About the Museum > Museum History
Since 2008, The Transportation Museum has been a unique, one-day event for toddlers, adults, and everyone in between. Each year, visitors are treated to interactive and educational exhibits related to all kinds of transportation, from the Transcontinental Railroad and projects to solve Bay Area traffic to programming miniature robots and solving an Amtrak-themed escape room.
A longtime visitor favorite, the Bus Driver simulation game
has been featured at the museum since 2012.
Two years later, recognizing the need for a larger and more flexible space for the museum's exhibits, Andrew moved the museum to Brittan Acres Elementary School, where the museum was held on a Sunday in the fall of 2015. Since then, the museum has been held annually at Brittan Acres, attracting an increasingly larger audience of locals, families, and transportation fans from across the San Francisco Bay Area. Exhibits included topics ranging from exploring the legacy of the Transcontinental Railroad, celebrating 150 years in 2019, to analyzing the benefits and drawbacks of transit villages in the Bay Area, with hands-on activities including VR footage of trains around the world, an airport-themed escape room, and more.
Each year brings all-new exhibits to the museum, while maintaining the unique mixture of education and interactivity within each exhibit. To Andrew, this enables visitors of all ages, including those who may not be the biggest transit fanatics, to have an enjoyable time at the museum.
As a young child, museum director Andrew Mancini loved transportation of all kinds, especially trains. In fact, at the age of five, he had memorized all of the stations on the Caltrain line and knew all of the train engine numbers.
As a way to share his love for, and knowledge of, transportation with friends, family, and neighbors, Andrew created The Transportation Museum at the age of five. The museum, like those in subsequent years, occurred on a single day during the summer at Andrew's house. Early exhibits included displays of the schedules of every Bay Area transit route, organized on the family sofa; learning about the R.M.S. Titanic by allowing guests to send their own Morse code messages; and slot car racing at the "Grapefruit 500," a track set up on the cover of the hot tub in Andrew's backyard.
In 2013, Andrew wrote hand-written, personalized letters to transit agencies in the 40 largest cities in the U.S. and each transit agency in California and Nevada. Over 75 percent of these organizations wrote back, sending in not just the schedules and maps that were requested, but also fun items — chapstick, Yo-Yo toys, and rain ponchos — branded with their logo, forming the foundation of what is today the museum collection.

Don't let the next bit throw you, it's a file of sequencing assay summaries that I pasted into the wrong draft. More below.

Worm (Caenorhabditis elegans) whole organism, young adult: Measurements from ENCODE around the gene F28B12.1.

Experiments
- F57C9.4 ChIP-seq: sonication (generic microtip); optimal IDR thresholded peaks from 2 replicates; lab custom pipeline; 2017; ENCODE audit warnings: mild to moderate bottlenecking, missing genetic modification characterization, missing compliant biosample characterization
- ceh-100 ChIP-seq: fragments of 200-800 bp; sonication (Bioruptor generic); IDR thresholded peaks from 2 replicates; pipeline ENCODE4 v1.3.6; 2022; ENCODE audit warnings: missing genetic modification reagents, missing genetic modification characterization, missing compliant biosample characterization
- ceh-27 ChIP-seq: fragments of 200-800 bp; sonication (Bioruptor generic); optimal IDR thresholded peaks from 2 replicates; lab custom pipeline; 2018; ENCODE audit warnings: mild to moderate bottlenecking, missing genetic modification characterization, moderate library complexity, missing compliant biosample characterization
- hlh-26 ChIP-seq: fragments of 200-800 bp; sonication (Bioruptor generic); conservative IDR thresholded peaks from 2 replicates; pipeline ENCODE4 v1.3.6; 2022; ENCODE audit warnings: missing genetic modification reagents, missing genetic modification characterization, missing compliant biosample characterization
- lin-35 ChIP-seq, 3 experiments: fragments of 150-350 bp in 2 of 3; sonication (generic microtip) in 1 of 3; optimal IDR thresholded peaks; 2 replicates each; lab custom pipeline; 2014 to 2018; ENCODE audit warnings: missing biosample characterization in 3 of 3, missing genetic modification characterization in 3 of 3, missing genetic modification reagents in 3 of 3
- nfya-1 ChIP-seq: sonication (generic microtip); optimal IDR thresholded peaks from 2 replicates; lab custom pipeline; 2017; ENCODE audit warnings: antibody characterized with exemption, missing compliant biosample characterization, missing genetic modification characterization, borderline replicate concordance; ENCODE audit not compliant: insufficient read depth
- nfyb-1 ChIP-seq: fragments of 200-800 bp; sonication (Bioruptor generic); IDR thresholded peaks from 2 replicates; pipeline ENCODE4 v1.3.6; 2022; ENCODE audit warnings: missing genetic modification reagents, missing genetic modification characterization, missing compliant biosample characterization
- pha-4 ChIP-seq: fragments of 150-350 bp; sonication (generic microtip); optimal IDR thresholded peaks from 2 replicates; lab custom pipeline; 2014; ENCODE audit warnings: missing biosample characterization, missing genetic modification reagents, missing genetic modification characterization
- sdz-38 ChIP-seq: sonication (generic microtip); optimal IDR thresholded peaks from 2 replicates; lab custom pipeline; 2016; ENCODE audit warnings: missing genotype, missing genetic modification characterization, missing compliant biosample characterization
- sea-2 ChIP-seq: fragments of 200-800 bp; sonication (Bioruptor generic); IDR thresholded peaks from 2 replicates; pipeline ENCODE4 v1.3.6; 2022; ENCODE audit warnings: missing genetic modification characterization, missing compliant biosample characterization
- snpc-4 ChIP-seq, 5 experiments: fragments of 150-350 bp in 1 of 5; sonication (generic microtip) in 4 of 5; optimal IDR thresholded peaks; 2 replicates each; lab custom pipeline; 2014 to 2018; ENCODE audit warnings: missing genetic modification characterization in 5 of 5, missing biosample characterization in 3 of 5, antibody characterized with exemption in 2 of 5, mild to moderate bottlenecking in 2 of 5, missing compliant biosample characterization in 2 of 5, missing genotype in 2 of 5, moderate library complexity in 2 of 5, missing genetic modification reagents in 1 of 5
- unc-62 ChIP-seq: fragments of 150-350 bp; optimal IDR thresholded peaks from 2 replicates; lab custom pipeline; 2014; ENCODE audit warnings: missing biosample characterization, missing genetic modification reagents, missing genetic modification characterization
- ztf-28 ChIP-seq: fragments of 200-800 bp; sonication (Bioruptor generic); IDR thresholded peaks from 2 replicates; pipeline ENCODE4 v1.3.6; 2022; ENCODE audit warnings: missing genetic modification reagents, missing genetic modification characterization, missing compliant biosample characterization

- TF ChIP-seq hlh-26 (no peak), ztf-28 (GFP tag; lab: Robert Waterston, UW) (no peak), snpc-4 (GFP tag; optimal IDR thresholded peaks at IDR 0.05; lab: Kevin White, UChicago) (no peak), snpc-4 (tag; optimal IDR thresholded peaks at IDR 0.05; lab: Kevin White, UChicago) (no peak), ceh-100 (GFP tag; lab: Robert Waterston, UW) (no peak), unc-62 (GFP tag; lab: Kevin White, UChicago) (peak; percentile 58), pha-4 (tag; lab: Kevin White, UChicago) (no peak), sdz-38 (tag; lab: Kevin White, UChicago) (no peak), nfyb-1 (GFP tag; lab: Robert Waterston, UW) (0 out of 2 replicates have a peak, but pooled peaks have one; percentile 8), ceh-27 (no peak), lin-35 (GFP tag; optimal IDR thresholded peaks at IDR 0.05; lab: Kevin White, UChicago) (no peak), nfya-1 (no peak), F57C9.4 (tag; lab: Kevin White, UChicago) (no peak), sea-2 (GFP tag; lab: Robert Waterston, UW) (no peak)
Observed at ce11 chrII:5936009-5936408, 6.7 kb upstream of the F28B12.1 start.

Museum Director: Andrew Mancini
From memorizing the details of every SamTrans route, to driving to local Caltrain stations to watch bullet trains fly past, Andrew has many memories of his interest for transportation at a young age. It was this passion — in the summer of 2008, when Andrew was five years old — that led him to create the first Transportation Museum.
In the years since, Andrew has maintained his passion for transportation, while also expanding his interest to travel, both locally and globally, and history, particularly the 19th century in California and Nevada. He has traveled across the country on the train for a month, and he loves traveling to off-the-beaten path places (like the middle of Nevada or the small towns of California's Central Valley), staying at unique hotels and eating at unusual restaurants, and visiting each town's local history museum. (For Andrew's favorite things to do locally, see the Bay Area Attractions page.)
Throughout the year, Andrew stays updated on local and national policies, particularly those related to urban development, integrating transit agencies, and legislation affecting Amtrak, America's national rail passenger service. He has worked for SamTrans, helping to increase youth ridership and reduce barriers for first-time transit riders. As an intern at the Missouri Department of Transportation, he worked to facilitate multimodal transit connections, evaluate grant proposals, and coordinate the design and distribution of Amtrak's first printed timetables in 6 years.
Andrew is currently a sophomore at Stanford University, planning to pursue a degree in Urban Studies or Political Science. When Andrew isn't planning a trip or designing the next year's Transportation Museum, he is often reading about travel, practicing trombone, or rooting for the New York Mets.
Andrew visiting the San Francisco Streetcar Museum in 2008 and 2016.